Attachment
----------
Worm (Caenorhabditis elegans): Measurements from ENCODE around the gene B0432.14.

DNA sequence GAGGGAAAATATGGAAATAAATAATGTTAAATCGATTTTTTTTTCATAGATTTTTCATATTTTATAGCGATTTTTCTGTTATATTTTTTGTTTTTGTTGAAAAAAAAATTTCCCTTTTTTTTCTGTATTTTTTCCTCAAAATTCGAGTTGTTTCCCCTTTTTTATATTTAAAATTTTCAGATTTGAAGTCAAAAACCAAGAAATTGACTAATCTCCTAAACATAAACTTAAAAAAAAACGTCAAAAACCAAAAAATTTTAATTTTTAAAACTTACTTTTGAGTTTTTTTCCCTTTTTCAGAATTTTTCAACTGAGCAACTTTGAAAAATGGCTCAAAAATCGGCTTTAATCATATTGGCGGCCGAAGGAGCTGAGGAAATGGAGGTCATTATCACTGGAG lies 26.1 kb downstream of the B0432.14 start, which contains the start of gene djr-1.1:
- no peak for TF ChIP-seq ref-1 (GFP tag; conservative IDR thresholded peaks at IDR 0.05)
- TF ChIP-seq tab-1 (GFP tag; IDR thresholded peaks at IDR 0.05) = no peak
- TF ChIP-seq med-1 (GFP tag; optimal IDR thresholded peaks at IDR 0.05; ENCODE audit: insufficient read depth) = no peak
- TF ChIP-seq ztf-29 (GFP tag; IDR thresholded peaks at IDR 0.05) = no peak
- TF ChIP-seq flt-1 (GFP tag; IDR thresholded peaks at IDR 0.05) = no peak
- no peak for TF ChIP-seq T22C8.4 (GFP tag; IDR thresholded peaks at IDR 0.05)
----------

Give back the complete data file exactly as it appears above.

Worm (Caenorhabditis elegans): Measurements from ENCODE around the gene B0432.14.

DNA sequence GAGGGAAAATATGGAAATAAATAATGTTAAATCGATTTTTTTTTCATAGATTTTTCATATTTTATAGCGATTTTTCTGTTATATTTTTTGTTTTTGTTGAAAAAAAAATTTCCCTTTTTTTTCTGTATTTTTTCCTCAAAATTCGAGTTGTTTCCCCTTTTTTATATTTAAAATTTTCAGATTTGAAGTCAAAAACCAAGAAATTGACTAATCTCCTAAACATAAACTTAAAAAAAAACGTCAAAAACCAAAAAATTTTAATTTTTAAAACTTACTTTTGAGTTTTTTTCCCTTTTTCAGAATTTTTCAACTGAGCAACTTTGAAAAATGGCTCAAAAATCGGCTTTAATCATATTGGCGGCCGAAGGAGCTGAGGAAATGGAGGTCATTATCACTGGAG lies 26.1 kb downstream of the B0432.14 start, which contains the start of gene djr-1.1:
- no peak for TF ChIP-seq ref-1 (GFP tag; conservative IDR thresholded peaks at IDR 0.05)
- TF ChIP-seq tab-1 (GFP tag; IDR thresholded peaks at IDR 0.05) = no peak
- TF ChIP-seq med-1 (GFP tag; optimal IDR thresholded peaks at IDR 0.05; ENCODE audit: insufficient read depth) = no peak
- TF ChIP-seq ztf-29 (GFP tag; IDR thresholded peaks at IDR 0.05) = no peak
- TF ChIP-seq flt-1 (GFP tag; IDR thresholded peaks at IDR 0.05) = no peak
- no peak for TF ChIP-seq T22C8.4 (GFP tag; IDR thresholded peaks at IDR 0.05)